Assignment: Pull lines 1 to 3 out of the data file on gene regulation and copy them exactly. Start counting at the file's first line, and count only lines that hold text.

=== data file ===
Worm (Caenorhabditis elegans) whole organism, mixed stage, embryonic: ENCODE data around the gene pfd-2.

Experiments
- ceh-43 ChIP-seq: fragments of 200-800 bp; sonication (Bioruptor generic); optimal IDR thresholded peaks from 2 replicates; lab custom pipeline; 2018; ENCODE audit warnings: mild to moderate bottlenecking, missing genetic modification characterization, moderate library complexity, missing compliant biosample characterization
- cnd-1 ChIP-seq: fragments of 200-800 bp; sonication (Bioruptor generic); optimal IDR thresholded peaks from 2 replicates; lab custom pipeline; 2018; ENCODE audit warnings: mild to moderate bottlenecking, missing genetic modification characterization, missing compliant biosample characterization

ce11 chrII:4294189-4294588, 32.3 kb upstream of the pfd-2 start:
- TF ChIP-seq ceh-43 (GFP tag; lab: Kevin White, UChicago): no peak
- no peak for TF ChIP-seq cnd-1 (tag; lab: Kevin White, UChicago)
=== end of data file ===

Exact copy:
Worm (Caenorhabditis elegans) whole organism, mixed stage, embryonic: ENCODE data around the gene pfd-2.

Experiments
- ceh-43 ChIP-seq: fragments of 200-800 bp; sonication (Bioruptor generic); optimal IDR thresholded peaks from 2 replicates; lab custom pipeline; 2018; ENCODE audit warnings: mild to moderate bottlenecking, missing genetic modification characterization, moderate library complexity, missing compliant biosample characterization